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Don't Install a Humidifier

Homes with very dry indoor air during the winter are usually leaky. Make the building more airtight, and it won't be as dry.

Installing a humidifier is so risky it should be avoided like the plague. In cold climates, almost all moisture problems are worsened by elevated indoor humidity. High levels of indoor humidity are associated with wet walls and wet roof assemblies.

If homeowners want a humidifier, warn them about the dangers of humidification. If they insist, let them install it themselves after you leave the job.

Address the Basics First

The design of an energy-efficient house begins with a well-insulated, air-sealed shell and very efficient hvac equipment, which means a minimum 90 percent AFUE (annual fuel utilization efficiency) furnace and 13 SEER (seasonal energy efficiency ratio) air conditioner.

Anyone intending to build an energy-efficient house needs to be sure these basic requirements are met before considering exotic (and expensive) components like photovoltaic modules.

Do Orient the House Properly

Passive-solar design does not need to be complicated; a few simple steps can save significant amounts of energy. Yet most new-home builders still pay almost no attention to orientation.

If the lot size permits, a house should always be oriented with its long axis aligned in an east-west direction. In most climates, about half the home's windows should be facing south. In hot climates, it's important to minimize the number and size of west-facing windows.

Do Install Basement Wall Insulation

According to the prescriptive requirements of the International Energy Conservation Code, basement walls should be insulated in climate zones 4 and higher.

Basement walls can be insulated from the exterior or the interior. Most builders find that installing interior basement insulation is easier and cheaper than installing exterior basement insulation; far too often, however, they get the details wrong.

Interior basement insulation is effective only if the work is properly detailed and meticulously installed. The rim-joist area must be air sealed (either with sprayed polyurethane foam or very careful caulking), and the rim-joist area and walls must be carefully insulated with rigid-foam sheets or sprayed polyurethane foam. Never use fiberglass batts to insulate basement walls.

Exterior basement insulation usually performs better than interior basement insulation. It locates the wall's thermal mass within the building's thermal envelope; if installed properly, it can be used to protect the rim-joist area. Also, by keeping the concrete warm, it prevents the condensation and moisture problems often associated with interior basement insulation.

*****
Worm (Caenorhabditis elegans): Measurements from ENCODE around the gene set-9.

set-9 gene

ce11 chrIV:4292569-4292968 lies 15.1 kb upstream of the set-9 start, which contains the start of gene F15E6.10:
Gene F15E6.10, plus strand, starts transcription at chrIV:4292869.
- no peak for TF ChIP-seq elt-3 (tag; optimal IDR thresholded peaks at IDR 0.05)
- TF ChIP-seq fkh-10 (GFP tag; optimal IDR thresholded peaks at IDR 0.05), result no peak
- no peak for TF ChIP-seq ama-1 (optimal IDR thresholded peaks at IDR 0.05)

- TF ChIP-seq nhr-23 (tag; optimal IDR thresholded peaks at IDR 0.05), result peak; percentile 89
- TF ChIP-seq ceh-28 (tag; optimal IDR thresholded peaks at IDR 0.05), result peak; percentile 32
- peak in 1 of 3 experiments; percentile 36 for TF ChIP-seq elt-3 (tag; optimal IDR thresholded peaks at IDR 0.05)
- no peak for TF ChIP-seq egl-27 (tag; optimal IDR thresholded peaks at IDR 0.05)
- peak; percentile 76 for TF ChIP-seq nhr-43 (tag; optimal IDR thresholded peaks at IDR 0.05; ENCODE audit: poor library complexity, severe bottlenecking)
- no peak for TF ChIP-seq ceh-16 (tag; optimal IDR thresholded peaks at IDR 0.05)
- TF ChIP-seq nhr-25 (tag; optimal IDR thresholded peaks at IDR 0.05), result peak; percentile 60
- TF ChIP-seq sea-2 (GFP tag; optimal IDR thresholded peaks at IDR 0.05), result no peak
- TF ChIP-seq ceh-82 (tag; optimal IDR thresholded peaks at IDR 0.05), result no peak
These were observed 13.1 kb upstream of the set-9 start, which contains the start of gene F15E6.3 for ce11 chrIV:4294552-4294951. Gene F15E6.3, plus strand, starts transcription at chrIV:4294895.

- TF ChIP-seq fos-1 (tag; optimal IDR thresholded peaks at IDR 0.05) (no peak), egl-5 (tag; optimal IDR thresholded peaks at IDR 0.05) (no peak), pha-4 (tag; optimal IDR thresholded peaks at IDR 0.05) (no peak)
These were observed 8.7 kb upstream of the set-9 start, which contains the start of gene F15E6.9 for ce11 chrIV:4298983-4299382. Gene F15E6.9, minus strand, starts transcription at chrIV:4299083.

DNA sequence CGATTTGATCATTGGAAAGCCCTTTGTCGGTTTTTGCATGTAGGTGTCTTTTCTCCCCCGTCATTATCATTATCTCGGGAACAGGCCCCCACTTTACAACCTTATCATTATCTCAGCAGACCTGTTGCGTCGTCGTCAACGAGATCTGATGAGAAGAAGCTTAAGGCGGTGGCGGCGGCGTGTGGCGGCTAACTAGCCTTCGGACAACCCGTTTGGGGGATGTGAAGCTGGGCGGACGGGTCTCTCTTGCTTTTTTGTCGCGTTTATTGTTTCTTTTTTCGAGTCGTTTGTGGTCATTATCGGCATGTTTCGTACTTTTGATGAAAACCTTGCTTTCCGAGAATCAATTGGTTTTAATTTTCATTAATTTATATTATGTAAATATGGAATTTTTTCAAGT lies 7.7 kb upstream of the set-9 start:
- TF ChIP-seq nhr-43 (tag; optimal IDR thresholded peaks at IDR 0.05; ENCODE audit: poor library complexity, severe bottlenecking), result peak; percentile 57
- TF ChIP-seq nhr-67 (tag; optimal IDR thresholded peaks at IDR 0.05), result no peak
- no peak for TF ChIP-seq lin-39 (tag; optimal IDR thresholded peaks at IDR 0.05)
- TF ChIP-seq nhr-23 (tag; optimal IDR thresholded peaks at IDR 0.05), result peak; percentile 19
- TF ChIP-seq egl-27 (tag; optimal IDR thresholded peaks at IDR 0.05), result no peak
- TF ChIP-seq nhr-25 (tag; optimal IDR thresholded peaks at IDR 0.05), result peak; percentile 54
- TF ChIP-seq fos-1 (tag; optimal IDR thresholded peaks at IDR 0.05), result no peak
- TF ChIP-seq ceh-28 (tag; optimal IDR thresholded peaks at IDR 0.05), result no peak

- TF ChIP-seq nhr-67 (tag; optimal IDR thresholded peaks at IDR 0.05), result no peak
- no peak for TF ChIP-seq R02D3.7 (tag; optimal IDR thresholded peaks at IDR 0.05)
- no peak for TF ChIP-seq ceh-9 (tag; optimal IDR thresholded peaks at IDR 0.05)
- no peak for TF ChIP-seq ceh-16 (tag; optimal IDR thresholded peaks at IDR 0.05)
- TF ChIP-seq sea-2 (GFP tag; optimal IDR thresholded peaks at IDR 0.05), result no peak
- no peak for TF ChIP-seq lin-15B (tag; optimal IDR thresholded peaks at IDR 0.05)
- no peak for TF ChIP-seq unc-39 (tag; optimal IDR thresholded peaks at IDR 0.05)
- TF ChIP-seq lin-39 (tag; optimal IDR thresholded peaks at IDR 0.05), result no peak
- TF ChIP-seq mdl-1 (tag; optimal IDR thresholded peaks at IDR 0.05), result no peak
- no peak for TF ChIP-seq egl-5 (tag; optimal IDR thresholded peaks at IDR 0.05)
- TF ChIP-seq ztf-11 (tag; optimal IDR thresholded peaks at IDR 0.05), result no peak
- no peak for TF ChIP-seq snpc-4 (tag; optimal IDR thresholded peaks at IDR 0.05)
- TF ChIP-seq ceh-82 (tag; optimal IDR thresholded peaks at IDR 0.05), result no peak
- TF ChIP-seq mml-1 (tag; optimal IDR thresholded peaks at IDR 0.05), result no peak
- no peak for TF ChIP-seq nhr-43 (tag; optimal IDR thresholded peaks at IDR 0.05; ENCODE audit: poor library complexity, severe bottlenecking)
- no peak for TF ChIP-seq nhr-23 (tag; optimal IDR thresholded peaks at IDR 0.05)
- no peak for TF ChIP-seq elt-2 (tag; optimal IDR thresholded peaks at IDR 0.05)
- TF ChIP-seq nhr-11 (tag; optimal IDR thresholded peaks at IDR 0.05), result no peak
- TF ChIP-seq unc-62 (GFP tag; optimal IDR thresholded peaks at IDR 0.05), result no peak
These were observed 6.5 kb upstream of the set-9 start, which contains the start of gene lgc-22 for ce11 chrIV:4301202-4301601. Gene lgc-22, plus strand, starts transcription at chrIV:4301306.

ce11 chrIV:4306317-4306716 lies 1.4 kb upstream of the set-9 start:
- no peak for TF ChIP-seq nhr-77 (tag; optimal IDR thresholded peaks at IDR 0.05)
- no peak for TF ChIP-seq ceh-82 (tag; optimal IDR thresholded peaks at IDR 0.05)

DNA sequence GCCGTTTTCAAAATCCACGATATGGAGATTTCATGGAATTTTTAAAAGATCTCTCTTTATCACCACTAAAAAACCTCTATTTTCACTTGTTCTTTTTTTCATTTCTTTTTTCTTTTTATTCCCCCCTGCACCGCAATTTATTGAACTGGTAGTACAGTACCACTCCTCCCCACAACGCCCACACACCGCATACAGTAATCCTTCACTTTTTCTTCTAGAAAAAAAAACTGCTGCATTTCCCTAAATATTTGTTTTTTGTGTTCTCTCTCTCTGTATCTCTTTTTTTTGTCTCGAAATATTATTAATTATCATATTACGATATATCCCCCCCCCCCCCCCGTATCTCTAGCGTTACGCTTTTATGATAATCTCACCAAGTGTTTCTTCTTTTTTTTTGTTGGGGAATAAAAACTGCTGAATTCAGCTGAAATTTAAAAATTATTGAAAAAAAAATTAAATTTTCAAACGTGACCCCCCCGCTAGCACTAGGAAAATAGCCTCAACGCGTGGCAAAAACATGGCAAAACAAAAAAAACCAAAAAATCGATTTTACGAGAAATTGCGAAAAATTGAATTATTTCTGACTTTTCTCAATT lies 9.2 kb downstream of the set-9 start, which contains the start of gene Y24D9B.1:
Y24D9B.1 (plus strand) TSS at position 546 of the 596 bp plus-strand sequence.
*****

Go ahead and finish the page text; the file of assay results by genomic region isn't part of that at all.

Do Install Better Windows

Windows represent the weakest thermal link in most building envelopes. Unfortunately, the U.S. Department of Energy has chosen to set a very low bar for Energy Star windows, so Energy Star labels provide little guidance to builders. In most parts of the country, in fact, an Energy Star window is equal to a code-minimum window.

Specifying windows can be complicated, but a few general principles apply. Casement windows usually have less air leakage than double-hung windows. In heating climates, the best windows will have a lower U-factor than windows minimally complying with Energy Star standards (U-0.35). Consider investing in windows with argon-filled triple glazing and two low-e coatings; such windows are available with a whole-window U-factor as low as 0.17.

In south central and southern climate zones, Energy Star specifications call for windows to have a maximum solar heat-gain coefficient (SHGC) rating of 0.40. In these zones, consider purchasing windows that beat this standard — that is, windows with an SHGC below 0.40. Specifying glazing with a very low SHGC is especially important for west-facing windows, since these are the ones most likely to contribute to overheating.

Do Install Rigid Foam Wall Sheathing

Many cold-climate builders still cling to the belief that foam sheathing creates a wrong-side vapor retarder and therefore contributes to wall rot. In fact, the inside surface of foam sheathing will be much warmer than the inside surface of OSB or plywood sheathing, and will therefore be less likely to support condensation. Foam-sheathed walls, if built correctly, are less likely to have moisture problems than walls sheathed with OSB or plywood.

Foam sheathing wraps a home's walls in a warm jacket, keeping the framing warm and dry and greatly reducing thermal bridging through studs. Furthermore, if foam sheathing is held in place with vertical strapping, a rain screen is created behind the siding.